Republicans in the Maine Legislature have called for legislators to go back into session and end the emergency powers given to Democratic Gov. Janet Mills to slow the spread of COVID-19.

A letter was sent May 2 to Democratic leaders from Republican legislative leaders including Senate Republican Leader Dana Dow, R-Waldoboro.

"The successful management of any emergency declared by the Executive is dependent upon keeping the Legislature informed of the decision making process," the Republican letter stated. "The delegation of authority to a single decision maker in a time of emergency is necessary to ensure swift action; however, if that decision making authority is used without consultation with the legislative body, it is our obligation to rescind that authority and establish a new process working with the Governor that involves all parties to better serve Maine."

"Unfortunately in recent weeks, concerns raised by the Legislature to the Governor have been met with disregard and even contempt," the Republican letter continued.

Republicans said they have asked for a set of guiding principles that are being used to determine which businesses can open.

"To date, we have not received any such information. What we have been given is a phased-in plan that seemingly picks winners and losers. It imposes an arbitrary set of rules for our businesses with no information on the scientific data used to create them," the Republicans said in the letter.

The newspaper contacted local legislators about that request. Knox County legislative seats are held by Democrats and two independents,

"The legislature gave Governor Mills thee authority to handle the emergency because of the need to react quickly. Now there is time for her to form a broad group of advisors to look at all sides and move us forward. Working together helped flatten the curve to protect everyone who fell ill, working together to open our society will have the same effect and will allow those who use what we have learned to take the lead safely," state Sen. David Miramant, D-Camden said.

His Republican challenger Gordon Page of Owls Head said in his opinion it was time for "the legislature to get back to work to balance the decision making process."

"As I understand it, the Legislature voted several weeks ago to allow the governor to manage the crisis with the understanding that she would keep the Senate and House fully informed. Apparently, she ceased the private conversations with legislators after those meetings were called out by the press. Since then, according to what I read in the letter[s] from the Republican contingent, they were not consulted about the current plan," Page said.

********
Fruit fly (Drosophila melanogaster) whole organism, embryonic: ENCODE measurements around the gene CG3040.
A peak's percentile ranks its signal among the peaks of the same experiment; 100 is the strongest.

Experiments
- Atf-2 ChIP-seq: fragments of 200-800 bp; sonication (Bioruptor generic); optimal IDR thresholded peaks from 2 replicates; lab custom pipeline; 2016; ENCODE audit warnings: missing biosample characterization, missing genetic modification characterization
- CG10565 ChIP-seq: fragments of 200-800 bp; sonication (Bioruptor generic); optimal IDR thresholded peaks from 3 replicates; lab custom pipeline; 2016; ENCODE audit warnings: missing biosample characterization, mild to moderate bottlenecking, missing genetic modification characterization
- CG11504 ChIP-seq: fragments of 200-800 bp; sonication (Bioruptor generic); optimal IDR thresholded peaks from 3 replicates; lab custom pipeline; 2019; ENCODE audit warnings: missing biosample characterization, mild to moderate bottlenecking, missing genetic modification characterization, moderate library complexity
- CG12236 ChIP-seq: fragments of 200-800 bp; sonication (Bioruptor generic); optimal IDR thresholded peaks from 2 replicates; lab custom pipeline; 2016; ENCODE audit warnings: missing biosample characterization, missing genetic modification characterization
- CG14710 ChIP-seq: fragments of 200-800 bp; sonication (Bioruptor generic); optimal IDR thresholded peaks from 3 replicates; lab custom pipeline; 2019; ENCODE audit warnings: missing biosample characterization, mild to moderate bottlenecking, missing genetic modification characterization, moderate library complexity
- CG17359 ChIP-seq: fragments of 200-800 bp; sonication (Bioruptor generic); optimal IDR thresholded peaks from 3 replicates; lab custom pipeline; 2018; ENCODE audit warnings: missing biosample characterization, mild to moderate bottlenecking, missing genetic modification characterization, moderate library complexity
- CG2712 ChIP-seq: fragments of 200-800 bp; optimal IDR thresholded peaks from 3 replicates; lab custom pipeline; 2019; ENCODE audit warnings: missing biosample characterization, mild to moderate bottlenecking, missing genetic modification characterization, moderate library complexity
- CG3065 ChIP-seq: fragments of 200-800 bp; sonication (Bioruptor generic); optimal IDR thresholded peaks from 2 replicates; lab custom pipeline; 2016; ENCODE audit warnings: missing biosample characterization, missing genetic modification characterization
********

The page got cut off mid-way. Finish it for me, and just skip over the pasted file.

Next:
"The citizens of Maine are best served when the legislative process works as designed, with the executive and the legislature communicating openly, Page concluded.

State Rep. Vicki Doudera, D-Camden, said she would like to reconvene.

"We have work we need to finish — bills on the table, and obviously budgetary concerns to figure out — and I think the Legislature can give the Governor valuable advice and help as she reopens the state," Doudera said.

Doudera said she reached out to Gov. Mills' office last week on behalf of the tourism industry, asking that the quarantine be replaced with alternative, enforceable measures, such as testing, that will enable more businesses to take reservations for the summer.

"My feedback was heard, and I know that those of us in the Legislature, who are actively talking with our constituents like I am, could help the administration continue to chart a course forward in a way that protects public health and peoples' livelihoods. So I am anxious to get back to Augusta and work collaboratively with the Governor, staying mindful that we will need to operate in a way that keeps staff at the State House safe," Doudera said.

State Rep. Ann Matlack, D-St. George, said she was puzzled by the Republican letter.

"The results of a recent survey of Mainers shows not only overwhelming approval for Governor Mills and her handling of the COVID-19 pandemic, but also strong support for staying safe at home and for not resuming business as usual for at least four more weeks or even longer," Matlack said.

"Additionally, without being called back by the Governor or a vote by the entire Legislature, what is being proposed in the letter is moot: The Senate President and Speaker of the House do not have the authority to unilaterally re-open the Legislature," Matlack said.